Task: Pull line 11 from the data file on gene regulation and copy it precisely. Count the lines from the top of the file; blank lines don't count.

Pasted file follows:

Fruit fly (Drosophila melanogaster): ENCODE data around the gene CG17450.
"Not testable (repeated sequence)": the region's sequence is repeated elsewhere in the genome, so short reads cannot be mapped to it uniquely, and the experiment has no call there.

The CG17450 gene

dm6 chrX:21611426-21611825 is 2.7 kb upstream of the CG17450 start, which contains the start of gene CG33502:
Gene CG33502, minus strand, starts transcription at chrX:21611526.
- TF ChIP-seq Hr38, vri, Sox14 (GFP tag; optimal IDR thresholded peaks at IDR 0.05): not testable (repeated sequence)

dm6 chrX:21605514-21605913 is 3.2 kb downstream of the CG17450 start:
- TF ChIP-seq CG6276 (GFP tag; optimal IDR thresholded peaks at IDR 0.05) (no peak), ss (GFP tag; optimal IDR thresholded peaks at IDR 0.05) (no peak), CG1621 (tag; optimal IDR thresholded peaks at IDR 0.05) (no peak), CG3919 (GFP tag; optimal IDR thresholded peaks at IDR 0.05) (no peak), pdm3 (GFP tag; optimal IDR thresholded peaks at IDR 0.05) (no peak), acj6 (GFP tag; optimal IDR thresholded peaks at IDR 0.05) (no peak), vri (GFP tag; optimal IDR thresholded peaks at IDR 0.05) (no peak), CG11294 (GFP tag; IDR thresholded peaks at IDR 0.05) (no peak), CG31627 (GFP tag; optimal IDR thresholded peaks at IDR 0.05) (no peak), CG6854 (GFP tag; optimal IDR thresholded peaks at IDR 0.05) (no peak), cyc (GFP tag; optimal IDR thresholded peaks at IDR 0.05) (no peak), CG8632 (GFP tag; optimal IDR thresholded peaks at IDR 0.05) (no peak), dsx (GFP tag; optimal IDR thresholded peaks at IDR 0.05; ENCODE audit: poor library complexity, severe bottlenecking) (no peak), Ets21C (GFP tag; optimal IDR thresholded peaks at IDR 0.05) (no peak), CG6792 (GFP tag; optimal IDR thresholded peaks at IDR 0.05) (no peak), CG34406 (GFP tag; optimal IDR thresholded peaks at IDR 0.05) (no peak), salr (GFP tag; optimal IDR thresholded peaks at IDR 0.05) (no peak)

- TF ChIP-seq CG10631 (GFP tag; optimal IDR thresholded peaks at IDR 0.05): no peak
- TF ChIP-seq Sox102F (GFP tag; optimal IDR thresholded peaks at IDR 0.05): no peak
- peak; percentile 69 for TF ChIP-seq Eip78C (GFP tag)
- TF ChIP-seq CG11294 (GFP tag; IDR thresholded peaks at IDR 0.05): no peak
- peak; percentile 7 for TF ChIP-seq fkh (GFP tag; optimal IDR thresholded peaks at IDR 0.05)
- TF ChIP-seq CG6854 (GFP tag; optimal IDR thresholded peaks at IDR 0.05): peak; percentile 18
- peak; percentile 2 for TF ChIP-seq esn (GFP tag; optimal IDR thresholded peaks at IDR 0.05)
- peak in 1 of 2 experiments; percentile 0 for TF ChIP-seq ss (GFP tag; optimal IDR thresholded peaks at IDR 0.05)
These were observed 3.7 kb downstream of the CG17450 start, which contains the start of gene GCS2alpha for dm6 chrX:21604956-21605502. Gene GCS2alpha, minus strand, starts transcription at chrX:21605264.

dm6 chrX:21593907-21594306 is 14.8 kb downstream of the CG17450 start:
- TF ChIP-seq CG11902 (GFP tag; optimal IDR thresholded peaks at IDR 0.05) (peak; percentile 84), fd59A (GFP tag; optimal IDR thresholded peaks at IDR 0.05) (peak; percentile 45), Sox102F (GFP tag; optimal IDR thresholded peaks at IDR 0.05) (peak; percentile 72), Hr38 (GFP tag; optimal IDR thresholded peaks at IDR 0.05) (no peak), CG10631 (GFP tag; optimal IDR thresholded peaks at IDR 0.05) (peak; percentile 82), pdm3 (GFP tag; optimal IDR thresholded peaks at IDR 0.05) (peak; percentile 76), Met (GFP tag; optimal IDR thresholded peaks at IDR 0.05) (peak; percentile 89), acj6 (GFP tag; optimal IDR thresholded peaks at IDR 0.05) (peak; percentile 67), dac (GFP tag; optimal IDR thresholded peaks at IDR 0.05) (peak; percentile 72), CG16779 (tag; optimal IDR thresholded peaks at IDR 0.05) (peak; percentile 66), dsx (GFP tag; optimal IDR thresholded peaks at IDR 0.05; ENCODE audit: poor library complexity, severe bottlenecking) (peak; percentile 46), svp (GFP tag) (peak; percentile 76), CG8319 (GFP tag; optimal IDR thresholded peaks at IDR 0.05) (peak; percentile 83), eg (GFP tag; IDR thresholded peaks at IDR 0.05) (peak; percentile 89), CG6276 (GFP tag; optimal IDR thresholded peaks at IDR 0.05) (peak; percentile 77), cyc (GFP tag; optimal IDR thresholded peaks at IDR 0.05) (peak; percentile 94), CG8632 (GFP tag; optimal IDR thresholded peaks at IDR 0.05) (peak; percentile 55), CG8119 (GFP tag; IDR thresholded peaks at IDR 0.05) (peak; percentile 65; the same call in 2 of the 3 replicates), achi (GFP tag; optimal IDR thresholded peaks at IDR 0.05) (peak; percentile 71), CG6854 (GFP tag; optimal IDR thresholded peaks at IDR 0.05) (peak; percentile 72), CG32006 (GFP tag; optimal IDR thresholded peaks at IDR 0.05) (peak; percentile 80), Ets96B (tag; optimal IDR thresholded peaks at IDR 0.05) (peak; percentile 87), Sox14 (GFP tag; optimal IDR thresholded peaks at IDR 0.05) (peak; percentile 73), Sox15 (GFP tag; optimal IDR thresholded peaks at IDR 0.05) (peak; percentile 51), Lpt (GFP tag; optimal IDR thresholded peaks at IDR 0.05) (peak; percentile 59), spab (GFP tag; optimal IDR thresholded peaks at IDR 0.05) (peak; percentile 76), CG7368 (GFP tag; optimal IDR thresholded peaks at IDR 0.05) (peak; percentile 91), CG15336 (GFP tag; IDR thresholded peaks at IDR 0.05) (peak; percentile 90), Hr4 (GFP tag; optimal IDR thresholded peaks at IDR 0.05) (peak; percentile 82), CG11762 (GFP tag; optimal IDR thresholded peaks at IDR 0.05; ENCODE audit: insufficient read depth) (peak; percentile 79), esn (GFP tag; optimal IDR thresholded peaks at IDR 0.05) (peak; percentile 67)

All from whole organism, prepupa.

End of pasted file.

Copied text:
- peak; percentile 69 for TF ChIP-seq Eip78C (GFP tag)